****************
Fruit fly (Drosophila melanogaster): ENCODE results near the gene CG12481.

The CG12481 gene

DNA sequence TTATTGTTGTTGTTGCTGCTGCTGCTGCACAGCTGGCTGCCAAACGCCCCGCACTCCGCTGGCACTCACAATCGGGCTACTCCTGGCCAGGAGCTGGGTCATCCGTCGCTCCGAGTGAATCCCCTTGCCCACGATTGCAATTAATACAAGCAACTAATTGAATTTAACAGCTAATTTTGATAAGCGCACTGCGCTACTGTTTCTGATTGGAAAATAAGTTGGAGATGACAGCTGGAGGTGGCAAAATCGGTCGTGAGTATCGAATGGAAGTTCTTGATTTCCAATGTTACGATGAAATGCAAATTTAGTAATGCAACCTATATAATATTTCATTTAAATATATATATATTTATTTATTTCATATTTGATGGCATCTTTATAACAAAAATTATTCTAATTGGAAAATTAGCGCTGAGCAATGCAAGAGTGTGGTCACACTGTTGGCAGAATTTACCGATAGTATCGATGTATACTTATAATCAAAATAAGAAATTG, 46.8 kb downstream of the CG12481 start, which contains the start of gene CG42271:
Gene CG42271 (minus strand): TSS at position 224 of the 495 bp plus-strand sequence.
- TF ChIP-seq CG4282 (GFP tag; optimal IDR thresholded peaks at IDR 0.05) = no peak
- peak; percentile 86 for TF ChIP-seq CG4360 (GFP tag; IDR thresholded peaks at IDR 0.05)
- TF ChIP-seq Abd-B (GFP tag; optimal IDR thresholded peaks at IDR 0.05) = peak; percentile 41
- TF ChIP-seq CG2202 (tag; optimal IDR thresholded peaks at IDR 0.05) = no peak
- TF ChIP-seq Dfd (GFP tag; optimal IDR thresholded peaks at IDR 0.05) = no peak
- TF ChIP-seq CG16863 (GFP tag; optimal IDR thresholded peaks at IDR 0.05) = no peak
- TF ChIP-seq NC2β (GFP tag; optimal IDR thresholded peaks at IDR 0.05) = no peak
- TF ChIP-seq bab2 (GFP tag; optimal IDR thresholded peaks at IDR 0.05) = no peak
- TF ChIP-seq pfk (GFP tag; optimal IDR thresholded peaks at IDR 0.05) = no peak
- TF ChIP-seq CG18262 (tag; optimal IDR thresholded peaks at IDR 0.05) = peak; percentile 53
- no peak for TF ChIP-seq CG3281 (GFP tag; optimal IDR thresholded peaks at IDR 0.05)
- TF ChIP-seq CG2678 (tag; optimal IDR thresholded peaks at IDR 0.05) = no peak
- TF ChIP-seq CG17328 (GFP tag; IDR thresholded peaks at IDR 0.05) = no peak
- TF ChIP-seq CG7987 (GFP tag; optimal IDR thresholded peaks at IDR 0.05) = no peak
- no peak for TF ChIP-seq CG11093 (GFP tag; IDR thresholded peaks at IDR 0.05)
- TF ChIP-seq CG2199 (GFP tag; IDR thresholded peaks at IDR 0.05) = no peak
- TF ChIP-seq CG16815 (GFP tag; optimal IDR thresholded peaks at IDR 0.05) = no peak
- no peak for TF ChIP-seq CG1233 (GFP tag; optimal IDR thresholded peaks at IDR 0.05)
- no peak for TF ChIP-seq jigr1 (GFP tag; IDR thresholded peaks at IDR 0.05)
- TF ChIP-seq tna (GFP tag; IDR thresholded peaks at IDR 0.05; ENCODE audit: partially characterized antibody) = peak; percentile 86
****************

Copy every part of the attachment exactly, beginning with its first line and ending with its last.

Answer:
Fruit fly (Drosophila melanogaster): ENCODE results near the gene CG12481.

The CG12481 gene

DNA sequence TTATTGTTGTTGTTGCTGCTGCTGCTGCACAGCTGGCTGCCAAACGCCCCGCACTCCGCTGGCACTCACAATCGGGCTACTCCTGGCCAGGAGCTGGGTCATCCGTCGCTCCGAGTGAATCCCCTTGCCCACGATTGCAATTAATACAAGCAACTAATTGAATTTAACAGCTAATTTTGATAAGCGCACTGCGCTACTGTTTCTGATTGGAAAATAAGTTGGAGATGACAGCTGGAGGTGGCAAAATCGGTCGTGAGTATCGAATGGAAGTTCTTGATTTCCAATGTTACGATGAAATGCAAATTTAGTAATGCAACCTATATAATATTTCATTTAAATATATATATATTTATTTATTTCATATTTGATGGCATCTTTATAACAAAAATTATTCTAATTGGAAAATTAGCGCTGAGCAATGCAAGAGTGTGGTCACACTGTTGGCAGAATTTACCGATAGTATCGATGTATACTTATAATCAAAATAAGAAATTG, 46.8 kb downstream of the CG12481 start, which contains the start of gene CG42271:
Gene CG42271 (minus strand): TSS at position 224 of the 495 bp plus-strand sequence.
- TF ChIP-seq CG4282 (GFP tag; optimal IDR thresholded peaks at IDR 0.05) = no peak
- peak; percentile 86 for TF ChIP-seq CG4360 (GFP tag; IDR thresholded peaks at IDR 0.05)
- TF ChIP-seq Abd-B (GFP tag; optimal IDR thresholded peaks at IDR 0.05) = peak; percentile 41
- TF ChIP-seq CG2202 (tag; optimal IDR thresholded peaks at IDR 0.05) = no peak
- TF ChIP-seq Dfd (GFP tag; optimal IDR thresholded peaks at IDR 0.05) = no peak
- TF ChIP-seq CG16863 (GFP tag; optimal IDR thresholded peaks at IDR 0.05) = no peak
- TF ChIP-seq NC2β (GFP tag; optimal IDR thresholded peaks at IDR 0.05) = no peak
- TF ChIP-seq bab2 (GFP tag; optimal IDR thresholded peaks at IDR 0.05) = no peak
- TF ChIP-seq pfk (GFP tag; optimal IDR thresholded peaks at IDR 0.05) = no peak
- TF ChIP-seq CG18262 (tag; optimal IDR thresholded peaks at IDR 0.05) = peak; percentile 53
- no peak for TF ChIP-seq CG3281 (GFP tag; optimal IDR thresholded peaks at IDR 0.05)
- TF ChIP-seq CG2678 (tag; optimal IDR thresholded peaks at IDR 0.05) = no peak
- TF ChIP-seq CG17328 (GFP tag; IDR thresholded peaks at IDR 0.05) = no peak
- TF ChIP-seq CG7987 (GFP tag; optimal IDR thresholded peaks at IDR 0.05) = no peak
- no peak for TF ChIP-seq CG11093 (GFP tag; IDR thresholded peaks at IDR 0.05)
- TF ChIP-seq CG2199 (GFP tag; IDR thresholded peaks at IDR 0.05) = no peak
- TF ChIP-seq CG16815 (GFP tag; optimal IDR thresholded peaks at IDR 0.05) = no peak
- no peak for TF ChIP-seq CG1233 (GFP tag; optimal IDR thresholded peaks at IDR 0.05)
- no peak for TF ChIP-seq jigr1 (GFP tag; IDR thresholded peaks at IDR 0.05)
- TF ChIP-seq tna (GFP tag; IDR thresholded peaks at IDR 0.05; ENCODE audit: partially characterized antibody) = peak; percentile 86